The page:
“We need to look beyond the personalities and parties and look to the platforms.”

Here’s my question: With that many people in our nation identifying as Christians, how in the world did we ever get in this mess in the first place? And, if there are that many people claiming to be Christians, should this really be that hard to solve?

If 73% of Americans claim to be followers of JESUS and the Bible is our standard for faith and practice, we shouldn’t even be having this discussion. But we are.

So what should we do? I have never endorsed a candidate and do not intend to do so now. I have no hope in the Republican Party or the Democratic Party. My only hope is in the Lord, JESUS CHRIST. Period. But, I also have a responsibility and the privilege to vote.

The Bible says, “Let every person be subject to the governing authorities. For there is no authority except from God, and those that exist have been instituted by God” (Romans 13:1). Jesus said, “Therefore render to Caesar the things that are Caesar’s, and to God the things that are God’s” (Matthew 22:21). Whether or not you want to vote, you need to remember there are millions of people all around the world who would love to have the privilege of voting. But they are denied that privilege.

As followers of JESUS CHRIST, we should pray and we should vote. The Bible says, “First of all, I urge that supplications, prayers, intercessions, and thanksgivings be made for all people, for kings and all who are in high positions, that we may lead a peaceful and quiet life, godly and dignified in every way. This is good, and it is pleasing in the sight of God our Savior, who desires all people to be saved and to come to the knowledge of the truth” (1 Timothy 2:1-4).

We may despise one or all of the candidates. But none of us will be able to ignore the consequences. We need to look beyond the personalities and parties and look to the platforms they support, endorse and plan to implement if they are elected.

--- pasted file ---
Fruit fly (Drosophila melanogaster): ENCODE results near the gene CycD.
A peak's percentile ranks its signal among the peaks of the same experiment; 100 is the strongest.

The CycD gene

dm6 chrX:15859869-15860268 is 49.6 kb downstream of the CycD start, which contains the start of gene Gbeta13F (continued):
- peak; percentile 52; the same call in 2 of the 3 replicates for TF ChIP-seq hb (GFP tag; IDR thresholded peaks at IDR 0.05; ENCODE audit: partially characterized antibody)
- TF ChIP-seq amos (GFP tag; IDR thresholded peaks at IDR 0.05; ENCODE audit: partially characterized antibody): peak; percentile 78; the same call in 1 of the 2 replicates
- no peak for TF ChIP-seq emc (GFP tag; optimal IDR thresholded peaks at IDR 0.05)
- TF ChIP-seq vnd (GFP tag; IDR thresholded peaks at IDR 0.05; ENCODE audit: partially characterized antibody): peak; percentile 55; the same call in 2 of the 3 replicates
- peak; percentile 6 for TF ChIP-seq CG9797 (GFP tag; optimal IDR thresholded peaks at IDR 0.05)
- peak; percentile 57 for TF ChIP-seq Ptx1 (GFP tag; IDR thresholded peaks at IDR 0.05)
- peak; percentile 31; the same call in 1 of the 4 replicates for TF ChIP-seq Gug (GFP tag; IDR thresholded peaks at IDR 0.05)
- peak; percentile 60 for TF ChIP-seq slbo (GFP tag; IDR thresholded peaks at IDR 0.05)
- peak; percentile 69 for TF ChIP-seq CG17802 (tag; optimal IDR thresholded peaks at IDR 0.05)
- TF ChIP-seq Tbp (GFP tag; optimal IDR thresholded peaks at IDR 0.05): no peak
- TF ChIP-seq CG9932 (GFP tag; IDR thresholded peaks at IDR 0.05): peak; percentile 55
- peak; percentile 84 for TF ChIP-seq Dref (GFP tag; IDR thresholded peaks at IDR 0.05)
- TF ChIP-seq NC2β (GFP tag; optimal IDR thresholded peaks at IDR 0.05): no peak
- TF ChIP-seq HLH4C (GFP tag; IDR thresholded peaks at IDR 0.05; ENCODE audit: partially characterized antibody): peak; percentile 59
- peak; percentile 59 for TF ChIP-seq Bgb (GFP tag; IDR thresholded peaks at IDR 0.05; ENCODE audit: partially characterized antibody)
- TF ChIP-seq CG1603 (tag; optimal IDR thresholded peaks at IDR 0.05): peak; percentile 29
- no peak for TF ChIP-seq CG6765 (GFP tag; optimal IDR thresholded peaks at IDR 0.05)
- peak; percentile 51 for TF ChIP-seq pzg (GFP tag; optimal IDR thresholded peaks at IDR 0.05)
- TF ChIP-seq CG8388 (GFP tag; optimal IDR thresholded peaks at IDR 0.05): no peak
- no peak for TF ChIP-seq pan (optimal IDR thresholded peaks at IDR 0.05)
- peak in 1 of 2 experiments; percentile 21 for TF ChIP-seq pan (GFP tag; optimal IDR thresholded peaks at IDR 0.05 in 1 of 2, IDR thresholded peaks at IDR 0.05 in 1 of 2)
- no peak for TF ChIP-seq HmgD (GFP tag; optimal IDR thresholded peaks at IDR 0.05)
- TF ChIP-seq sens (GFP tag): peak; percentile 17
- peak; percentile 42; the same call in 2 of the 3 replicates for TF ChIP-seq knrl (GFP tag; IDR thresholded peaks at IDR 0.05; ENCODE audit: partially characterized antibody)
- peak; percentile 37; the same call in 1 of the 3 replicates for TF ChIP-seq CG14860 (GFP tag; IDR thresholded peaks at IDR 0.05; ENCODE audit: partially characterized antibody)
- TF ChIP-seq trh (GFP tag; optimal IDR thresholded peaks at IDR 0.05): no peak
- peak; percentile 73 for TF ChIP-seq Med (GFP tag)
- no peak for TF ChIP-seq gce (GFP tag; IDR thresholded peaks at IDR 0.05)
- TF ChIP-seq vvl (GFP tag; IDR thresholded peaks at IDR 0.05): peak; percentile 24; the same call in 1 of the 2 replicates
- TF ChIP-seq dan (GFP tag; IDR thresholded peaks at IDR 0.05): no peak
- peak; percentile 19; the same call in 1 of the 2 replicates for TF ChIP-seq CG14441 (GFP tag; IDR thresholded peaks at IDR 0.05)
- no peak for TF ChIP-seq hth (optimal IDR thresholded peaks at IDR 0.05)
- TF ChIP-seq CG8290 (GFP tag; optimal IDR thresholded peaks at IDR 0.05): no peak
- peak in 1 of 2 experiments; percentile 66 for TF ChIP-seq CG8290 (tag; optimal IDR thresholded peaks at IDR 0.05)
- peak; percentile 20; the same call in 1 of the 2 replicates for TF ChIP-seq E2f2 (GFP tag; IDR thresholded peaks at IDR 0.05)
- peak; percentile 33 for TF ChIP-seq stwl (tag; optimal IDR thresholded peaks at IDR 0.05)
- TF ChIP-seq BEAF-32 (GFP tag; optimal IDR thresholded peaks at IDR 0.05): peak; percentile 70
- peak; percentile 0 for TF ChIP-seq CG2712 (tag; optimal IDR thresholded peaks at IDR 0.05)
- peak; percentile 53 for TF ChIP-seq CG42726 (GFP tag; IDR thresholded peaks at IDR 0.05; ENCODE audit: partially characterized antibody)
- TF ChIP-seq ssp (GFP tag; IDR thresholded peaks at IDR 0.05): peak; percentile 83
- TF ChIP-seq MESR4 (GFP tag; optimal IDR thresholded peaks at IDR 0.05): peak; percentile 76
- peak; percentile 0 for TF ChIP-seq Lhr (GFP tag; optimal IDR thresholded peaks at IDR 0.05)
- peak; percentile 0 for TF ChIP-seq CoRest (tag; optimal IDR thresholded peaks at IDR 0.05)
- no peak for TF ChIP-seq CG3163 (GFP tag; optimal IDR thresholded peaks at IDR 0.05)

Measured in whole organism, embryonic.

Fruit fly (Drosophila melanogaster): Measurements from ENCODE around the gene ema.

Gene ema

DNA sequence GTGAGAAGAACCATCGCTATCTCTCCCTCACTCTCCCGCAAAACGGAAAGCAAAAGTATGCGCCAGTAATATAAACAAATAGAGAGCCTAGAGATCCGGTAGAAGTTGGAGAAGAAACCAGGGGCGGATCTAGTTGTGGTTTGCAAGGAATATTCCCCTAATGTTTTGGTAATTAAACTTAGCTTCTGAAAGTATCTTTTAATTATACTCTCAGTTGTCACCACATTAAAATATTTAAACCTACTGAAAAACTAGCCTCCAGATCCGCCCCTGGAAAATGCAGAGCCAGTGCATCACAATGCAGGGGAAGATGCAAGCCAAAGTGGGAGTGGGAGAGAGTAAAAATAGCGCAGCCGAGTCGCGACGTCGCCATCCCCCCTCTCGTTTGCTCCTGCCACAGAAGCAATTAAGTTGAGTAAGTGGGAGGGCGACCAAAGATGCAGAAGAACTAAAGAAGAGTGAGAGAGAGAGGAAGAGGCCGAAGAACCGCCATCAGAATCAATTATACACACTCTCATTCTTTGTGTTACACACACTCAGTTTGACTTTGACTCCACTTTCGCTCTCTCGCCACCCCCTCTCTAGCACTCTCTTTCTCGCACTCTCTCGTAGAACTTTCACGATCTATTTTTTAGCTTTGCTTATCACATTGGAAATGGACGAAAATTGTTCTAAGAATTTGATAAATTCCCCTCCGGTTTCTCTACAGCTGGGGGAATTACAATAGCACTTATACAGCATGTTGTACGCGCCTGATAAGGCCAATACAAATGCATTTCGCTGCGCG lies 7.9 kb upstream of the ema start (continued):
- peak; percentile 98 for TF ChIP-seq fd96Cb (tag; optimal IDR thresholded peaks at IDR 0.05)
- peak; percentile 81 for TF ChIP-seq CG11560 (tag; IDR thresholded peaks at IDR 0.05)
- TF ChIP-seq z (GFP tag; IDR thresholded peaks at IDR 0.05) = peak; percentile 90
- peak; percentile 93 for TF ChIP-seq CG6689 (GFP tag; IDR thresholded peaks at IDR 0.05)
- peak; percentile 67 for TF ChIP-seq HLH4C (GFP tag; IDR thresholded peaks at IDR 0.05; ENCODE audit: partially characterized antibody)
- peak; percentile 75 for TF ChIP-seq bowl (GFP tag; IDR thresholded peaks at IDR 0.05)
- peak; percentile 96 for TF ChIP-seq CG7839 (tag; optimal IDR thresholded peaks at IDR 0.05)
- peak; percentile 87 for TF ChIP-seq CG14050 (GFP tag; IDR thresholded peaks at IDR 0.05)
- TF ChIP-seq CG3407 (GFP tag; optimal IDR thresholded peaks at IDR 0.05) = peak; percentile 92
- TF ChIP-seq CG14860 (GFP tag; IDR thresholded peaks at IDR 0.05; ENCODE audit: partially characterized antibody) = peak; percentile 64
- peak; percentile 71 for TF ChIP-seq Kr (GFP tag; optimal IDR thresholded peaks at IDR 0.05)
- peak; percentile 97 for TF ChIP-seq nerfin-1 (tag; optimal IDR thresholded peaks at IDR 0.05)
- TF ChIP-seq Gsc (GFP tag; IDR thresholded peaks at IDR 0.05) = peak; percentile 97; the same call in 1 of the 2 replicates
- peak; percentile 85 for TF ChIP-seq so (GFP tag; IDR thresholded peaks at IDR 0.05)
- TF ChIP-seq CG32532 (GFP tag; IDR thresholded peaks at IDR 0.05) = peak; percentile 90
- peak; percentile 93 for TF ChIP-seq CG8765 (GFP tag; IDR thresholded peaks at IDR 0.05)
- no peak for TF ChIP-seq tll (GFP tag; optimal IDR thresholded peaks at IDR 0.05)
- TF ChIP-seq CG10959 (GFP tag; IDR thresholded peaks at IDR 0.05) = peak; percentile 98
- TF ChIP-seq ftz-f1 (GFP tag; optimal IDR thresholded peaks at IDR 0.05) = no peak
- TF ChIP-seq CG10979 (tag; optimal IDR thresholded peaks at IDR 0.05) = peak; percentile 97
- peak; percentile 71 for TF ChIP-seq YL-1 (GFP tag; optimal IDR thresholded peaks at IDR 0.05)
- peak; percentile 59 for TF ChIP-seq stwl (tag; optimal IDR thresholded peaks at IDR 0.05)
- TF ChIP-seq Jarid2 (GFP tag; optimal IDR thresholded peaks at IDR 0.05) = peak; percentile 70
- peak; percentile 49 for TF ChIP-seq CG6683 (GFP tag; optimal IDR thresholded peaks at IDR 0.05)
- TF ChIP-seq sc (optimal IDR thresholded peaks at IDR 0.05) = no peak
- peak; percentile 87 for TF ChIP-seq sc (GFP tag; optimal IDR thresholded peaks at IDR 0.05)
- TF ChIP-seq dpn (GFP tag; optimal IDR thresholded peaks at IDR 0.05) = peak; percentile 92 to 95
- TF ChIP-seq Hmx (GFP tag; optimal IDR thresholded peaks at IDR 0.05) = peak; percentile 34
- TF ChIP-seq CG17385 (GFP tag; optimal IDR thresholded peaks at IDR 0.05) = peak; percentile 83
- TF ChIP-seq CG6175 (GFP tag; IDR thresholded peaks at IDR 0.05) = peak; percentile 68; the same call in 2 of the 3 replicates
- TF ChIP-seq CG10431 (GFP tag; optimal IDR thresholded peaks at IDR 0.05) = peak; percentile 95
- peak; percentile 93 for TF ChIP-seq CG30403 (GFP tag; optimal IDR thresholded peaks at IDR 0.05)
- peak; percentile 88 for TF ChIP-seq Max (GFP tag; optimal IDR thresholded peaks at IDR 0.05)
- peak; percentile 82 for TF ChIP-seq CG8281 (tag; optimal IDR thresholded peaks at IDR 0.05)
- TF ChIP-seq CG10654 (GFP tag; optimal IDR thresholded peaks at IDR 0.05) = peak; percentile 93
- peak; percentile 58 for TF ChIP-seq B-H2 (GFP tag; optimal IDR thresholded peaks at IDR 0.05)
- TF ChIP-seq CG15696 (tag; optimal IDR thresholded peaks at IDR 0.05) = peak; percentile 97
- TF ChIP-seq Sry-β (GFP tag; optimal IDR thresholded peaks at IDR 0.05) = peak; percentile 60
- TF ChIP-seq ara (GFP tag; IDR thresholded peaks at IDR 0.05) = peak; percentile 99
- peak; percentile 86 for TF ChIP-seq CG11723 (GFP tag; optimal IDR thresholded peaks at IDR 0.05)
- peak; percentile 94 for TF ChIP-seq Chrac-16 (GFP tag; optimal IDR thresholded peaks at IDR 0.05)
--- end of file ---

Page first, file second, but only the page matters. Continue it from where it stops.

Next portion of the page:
The Billy Graham Evangelistic Association has put together a detailed comparison of the two major political parties here in America. It’s called Democratic and Republican Party Platforms: Where They Stand on the Issues. You should check them out and then prayerfully and carefully decide how you will vote.

I won’t tell you WHO I’m voting for, but I will tell you WHAT I’m voting for:

  • The sanctity of life
  • Religious liberty/protecting our religious freedoms
  • Pro-life judges for the Supreme Court
  • Defense of our nation and our national interests from terrorists
  • Traditional marriage of one man for one woman for one lifetime
  • Support for the nation of Israel

Early voting begins Monday.

© 2016. Barry L. Cameron

1    http://theweek.com/speedreads/655820/election-stress-disorder-real-thing-heres-how-fight
2    https://www.barna.com/research/state-church-2016/

BARRY CAMERON

Senior Pastor

Barry L. Cameron has been the Senior Pastor of Crossroads since 1992 when the church was averaging 188 in morning worship. Today, more than 8,000 people call Crossroads their church home. Pastor Cameron and his wife, Janis, have three children and two grandsons. He’s the author of the bestseller: The ABCs of Financial Freedom, Contagious Generosity, and The Financial Freedom Workbook. The Cameron family has been completely debt free since November 2001.

BLOG POSTS